Golden hello draws new teachers to countryside

1st October 2010 at 01:00
`Preference waiver' of up to pound;8,000 is attracting more probationers than ever to remote parts

A record number of teachers have been tempted to serve their probationary year in rural and remote parts of Scotland by a financial incentive - but many also hope that their flexibility will offer them an advantage in a shrinking jobs market.

A total of 481 teachers chose the "preference waiver", up from the previous record of 427 last year, spread across secondary (290) and primary (191).

Interest in the waiver, which offers a payment of pound;6,000-pound;8,000 for agreeing to spend the induction year in any part of Scotland, has increased in line with teacher unemployment - it reached a six-year high this summer.

In 2004-05, the first year of the scheme, just 20 probationers signed up, when the bonus payment was pound;4,000. This year, that number of waiver probationers is exceeded in the Borders alone, where they make up 26 out of 60 probationers.

"The scheme has certainly been worthwhile for the Borders," said Helen Ross, the authority's east schools manager.

It has been healthy to have a mix of newly-qualified teachers from a variety of universities and parts of Scotland, and particularly useful for subjects with shortages of specialists.

Most Orkney preference-waiver probationers, no matter their geographical roots, try to extend their stay at the end of their induction year, said assistant education director Marilyn Richards.

Orkney had gained many good young teachers through the scheme and secondary schools have benefited most: this year, five out of seven secondary probationers arrived through the waiver.

Waiver students tended to be full of enthusiasm and have a "can-do" attitude, said Mrs Richards - a particularly welcome boon for the authority in a time of budget restrictions.

There has been a big shift in attitudes, believes Ann Ballinger, general secretary of the Scottish Secondary Teachers' Association. Four or five years ago, teachers in the central belt were very reluctant to go for jobs further afield; now they were applying for posts wherever they could find them, and thinking little of making long round trips for work every day. She knew of a supply teacher making an 80-mile return journey.

Ms Ballinger warned that while the waiver scheme had worked well - albeit not for older teachers with families, who could not relocate easily - and did offer a greater chance of work beyond the induction year, probationers' posts were often filled by another probationer the following year.

There is still a need for the scheme even if there is a greater willingness among new teachers to relocate, believes John Stodter, general secretary of the Association of Directors of Education in Scotland. There were still considerably fewer people applying for jobs in the more remote or geographically- dispersed authorities (see panel) such as the Borders, he stressed.

The Scottish Government is "pleased" with the increase in probationers prepared to move anywhere in Scotland for work, as this helped more remote authorities place teachers in otherwise hard-to-fill posts. A spokesman said there was no threat to the scheme's future.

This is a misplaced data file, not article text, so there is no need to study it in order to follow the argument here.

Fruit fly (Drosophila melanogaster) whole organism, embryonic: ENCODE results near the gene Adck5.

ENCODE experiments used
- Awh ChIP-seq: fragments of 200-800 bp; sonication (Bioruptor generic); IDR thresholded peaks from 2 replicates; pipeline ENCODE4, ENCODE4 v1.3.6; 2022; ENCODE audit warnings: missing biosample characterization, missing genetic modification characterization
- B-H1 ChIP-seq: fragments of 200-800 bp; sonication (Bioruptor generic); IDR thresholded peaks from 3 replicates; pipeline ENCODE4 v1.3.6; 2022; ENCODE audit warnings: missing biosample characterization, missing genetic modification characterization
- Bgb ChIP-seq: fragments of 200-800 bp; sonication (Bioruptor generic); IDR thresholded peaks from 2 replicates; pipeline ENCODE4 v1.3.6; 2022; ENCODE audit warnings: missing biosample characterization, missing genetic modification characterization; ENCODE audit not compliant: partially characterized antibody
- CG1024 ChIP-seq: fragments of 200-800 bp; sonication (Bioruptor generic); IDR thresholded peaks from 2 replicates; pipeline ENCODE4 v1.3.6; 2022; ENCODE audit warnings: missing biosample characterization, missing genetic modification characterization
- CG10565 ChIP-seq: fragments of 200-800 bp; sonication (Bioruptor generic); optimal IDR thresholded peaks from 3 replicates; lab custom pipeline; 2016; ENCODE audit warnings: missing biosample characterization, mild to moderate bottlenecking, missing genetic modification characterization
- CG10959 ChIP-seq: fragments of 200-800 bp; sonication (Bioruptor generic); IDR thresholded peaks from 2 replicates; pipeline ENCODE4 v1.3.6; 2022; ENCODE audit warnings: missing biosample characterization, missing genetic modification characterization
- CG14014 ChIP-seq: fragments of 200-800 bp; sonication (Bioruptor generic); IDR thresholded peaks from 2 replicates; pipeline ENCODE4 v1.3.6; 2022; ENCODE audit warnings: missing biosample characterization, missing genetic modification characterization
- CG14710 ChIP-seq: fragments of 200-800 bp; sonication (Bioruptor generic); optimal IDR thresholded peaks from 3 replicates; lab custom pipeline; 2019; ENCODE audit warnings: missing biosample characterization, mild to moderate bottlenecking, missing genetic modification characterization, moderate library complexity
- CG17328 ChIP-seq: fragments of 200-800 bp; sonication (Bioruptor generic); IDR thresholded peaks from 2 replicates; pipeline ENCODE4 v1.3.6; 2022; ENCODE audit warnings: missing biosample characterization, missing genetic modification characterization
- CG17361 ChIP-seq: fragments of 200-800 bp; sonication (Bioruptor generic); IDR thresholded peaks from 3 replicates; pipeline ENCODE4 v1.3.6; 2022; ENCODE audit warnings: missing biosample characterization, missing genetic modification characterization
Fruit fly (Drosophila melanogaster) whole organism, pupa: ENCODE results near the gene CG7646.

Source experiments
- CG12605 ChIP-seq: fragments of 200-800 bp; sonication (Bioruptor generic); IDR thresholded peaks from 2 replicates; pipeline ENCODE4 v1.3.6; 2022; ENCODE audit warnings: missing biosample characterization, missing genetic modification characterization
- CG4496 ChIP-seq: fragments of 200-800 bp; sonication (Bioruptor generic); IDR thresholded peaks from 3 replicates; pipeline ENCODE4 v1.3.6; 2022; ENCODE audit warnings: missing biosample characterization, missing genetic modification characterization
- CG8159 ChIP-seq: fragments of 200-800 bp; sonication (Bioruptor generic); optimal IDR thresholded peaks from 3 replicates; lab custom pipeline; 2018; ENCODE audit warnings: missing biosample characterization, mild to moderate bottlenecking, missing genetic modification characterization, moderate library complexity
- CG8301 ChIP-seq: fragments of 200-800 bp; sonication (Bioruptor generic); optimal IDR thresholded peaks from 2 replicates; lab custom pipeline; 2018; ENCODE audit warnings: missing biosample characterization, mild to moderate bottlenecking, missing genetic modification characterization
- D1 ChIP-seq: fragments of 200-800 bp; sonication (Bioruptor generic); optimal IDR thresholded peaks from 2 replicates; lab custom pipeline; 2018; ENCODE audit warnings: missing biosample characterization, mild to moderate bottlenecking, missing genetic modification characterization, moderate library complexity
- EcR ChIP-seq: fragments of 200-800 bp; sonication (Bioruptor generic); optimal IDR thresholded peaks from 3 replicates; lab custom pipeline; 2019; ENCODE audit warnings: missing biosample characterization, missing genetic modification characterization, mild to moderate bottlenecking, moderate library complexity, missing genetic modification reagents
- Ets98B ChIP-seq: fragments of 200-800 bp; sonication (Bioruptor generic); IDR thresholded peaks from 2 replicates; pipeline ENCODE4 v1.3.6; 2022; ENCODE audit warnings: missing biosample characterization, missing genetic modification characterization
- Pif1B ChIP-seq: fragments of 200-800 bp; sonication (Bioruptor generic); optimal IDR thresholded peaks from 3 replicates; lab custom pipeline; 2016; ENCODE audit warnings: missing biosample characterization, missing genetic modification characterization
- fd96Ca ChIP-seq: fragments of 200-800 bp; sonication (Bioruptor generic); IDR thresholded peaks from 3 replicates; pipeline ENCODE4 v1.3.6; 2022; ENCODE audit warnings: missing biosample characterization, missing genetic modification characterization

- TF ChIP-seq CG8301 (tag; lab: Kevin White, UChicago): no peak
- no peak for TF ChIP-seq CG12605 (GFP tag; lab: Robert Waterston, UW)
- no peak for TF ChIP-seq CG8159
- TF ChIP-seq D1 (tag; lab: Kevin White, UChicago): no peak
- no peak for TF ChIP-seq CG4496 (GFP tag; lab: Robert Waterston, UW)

Jobs disparity

An average of 17 people applied for every teaching vacancy in Scotland in 2009-10, according to figures obtained by the Scottish Liberal Democrats under the Freedom of Information Act.

There is a wide disparity between the figures in different authorities: an average of 49 people applied for each teaching post in Stirling, while Midlothian (47) and South Ayrshire (41) were not far behind.

But in Shetland there were only three applicants for each job, with similar figures for Dumfries and Galloway (four), Orkney (five) and the Western Isles (five).

`Better manners'

The knowledge that moving away from Glasgow might offer a better chance of long-term work was a "big factor" in Melanie Logan ticking the waiver box. Yet, as far as she knows, the probationer at Burgh Primary in Galashiels was the only student in her Strathclyde University tutorial group of 20 who did so.

The money and change of scenery also appealed, but as luck would have it she hails from the Borders and has moved in with her mother in Galashiels. The 27-year-old is enjoying working with a P34 class of 19, having experienced behaviour issues during placements in and around Glasgow with classes of up to 32. The only downside is being away from her partner in Glasgow.

Becky Duffield, 22, from Oldmeldrum in Aberdeenshire, is a probationer at Eyemouth Primary in the Borders. She grew up, studied and did placements in the north-east, and felt it was time for "a bit of an adventure". That and the pound;6,000 waiver payment for primary teachers (secondary teachers receive pound;8,000) were the big incentives, although she hopes her willingness to take a chance will impress potential employers.

Her school is more than four hours from her home town by car. But the experience has been good, with lots of support from Scottish Borders Council and school colleagues, and she would consider staying in the area.

Kathryn Walker, a 28-year-old drama teacher from Kilmarnock, working at Kirkwall Grammar in Orkney, said: "In the current climate, if you show you're more flexible you'll maybe have more chance of getting something."

Having done her postgraduate year at Aberdeen University, studied at Hull University and worked as an entertainer in Wales, she had no compunction about travelling afar. Drama tended to be stronger in east of Scotland schools in any case, so she had always been prepared for leaving Ayrshire behind.

She is enjoying Kirkwall Grammar, where she finds pupils better-mannered than in city schools, and would like to stay beyond her probationary year.

Henry Hepburn

  • Original headline: Golden hello draws new teachers to the countryside

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